|Directed by:||John Crowley|
|Written by:||Nick Hornby|
|Starring:||Saoirse Ronan, Emory Cohen, Domhnall Gleeson, Jim Broadbent, Julie Walters, Fiona Glascott, Jane Brennan|
|Released:||February 11, 2016|
Brooklyn is a beautifully told story. It begins in 1952 and introduces us to Eilis Lacey (Ronan), a young woman from a small Irish town who lives with her mother (Brennan) and older sister, Rose (Glascott). It’s a place that doesn’t offer a lot of career options but Eilis seems content. She has a part time job in a convenience store and a nice set of friends she hangs out with regularly.
Determined to see her sister make something more of her life, Rose pressures Eilis into immigrating to the United States. She has been in touch with a Catholic priest (Broadbent) and has arranged for Eilis to live in a boarding house in Brooklyn, New York under the watchful eye of its no-nonsense landlady (Walters).
It’s a difficult period for the shy, quiet Eilis. It’s a particularly sad moment as she makes the long voyage by ship. She is going from a tiny town where she knows everyone… to a giant city across the Atlantic Ocean where she knows no one. She’s instantly homesick and letters from back home do little to help. Rose tells Eilis that “even if your letters were 200 pages they still wouldn’t be long enough for your mother.”
It takes a little time but Eilis slowly forges a way through the melancholy. She finds work as a clerk in a posh convenience store and develops a rapport with the customers. She starts taking accounting classes at night with the hope of moving into the business world. She makes new friends and immerses herself in the American-Irish culture. She meets a young Italian plumber, Tony (Cohen), who is determined to win her affections.
Fate then throws a curveball in Eilis’s direction. An unexpected event forces her to return to Ireland for a brief period and while there, she faces increasing pressure to make her stay permanent. A company offers well-paid work as a bookkeeper and she is pursued by a well-to-do suitor, Jim (Gleeson). Provided with two viable choices, Eilis now must make the toughest of decisions – where does she want to spend the rest of her life and who does she want to spend it with?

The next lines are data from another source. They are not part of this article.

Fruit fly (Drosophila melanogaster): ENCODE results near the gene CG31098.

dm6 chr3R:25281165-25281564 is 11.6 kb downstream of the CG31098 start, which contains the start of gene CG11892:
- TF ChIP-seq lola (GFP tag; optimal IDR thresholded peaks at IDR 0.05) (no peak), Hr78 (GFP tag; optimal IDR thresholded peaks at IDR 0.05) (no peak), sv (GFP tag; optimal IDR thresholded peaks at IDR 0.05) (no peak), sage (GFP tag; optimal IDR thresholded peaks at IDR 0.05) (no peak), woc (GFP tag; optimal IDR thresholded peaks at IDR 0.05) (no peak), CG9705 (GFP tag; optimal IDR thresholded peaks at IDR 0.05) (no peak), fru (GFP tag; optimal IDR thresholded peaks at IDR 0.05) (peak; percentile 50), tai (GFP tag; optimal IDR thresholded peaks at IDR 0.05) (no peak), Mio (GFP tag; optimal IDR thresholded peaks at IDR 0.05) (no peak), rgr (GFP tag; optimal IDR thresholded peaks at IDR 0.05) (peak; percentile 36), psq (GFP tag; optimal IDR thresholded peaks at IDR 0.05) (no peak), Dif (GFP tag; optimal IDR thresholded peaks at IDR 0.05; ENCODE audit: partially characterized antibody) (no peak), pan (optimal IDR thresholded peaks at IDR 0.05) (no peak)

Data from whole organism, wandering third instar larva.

Based on the 2009 novel by Colm Tóibín and adapted for the screen by Nick Hornby (About A Boy), Brooklyn’s characters are honest and genuine. This is particularly evident when exploring Eilis’s romantic dilemma. In most Hollywood movies, one guy turns out to be a jerk/problem and the choice becomes obvious. That’s seldom the case in reality and there’s no “villain” here. Tony and Jim are both terrific people and it’s easy to see why Eilis’s heart is so torn.
After her breakout performance in Joe Wright’s Atonement (which earned her an Academy Award nomination in 2008), Saoirse Ronan has put together a strong resume working alongside directors such as Peter Jackson, Gillian Armstrong, Peter Weir, Neil Jordan and Wes Anderson. She is truly outstanding in Brooklyn. Eilis is not a hugely talkative character but you’ll feel all of her emotions. It ties into a recent comment made by director John Crowley (Boy A, Closed Circuit) that “there’s nothing more beautiful than a close-up of a face changing its mind.”
The superb supporting cast is headlined by the relatively unknown Emory Cohen (The Place Beyond The Pines). He shares some charmingly awkward moments with Ronan as their newfound romance takes shape. They provide the film’s best scenes. Jane Brennan adds sentimentality as Eilis’s brooding mother and Julie Walters (Billy Elliot) provides several good laughs as the sharp-witted head of the religious boarding house.
Brooklyn is a sweet, moving, gorgeously-shot tale about a woman trying to find where she belongs. If I see a better film this year, I'll be surprised.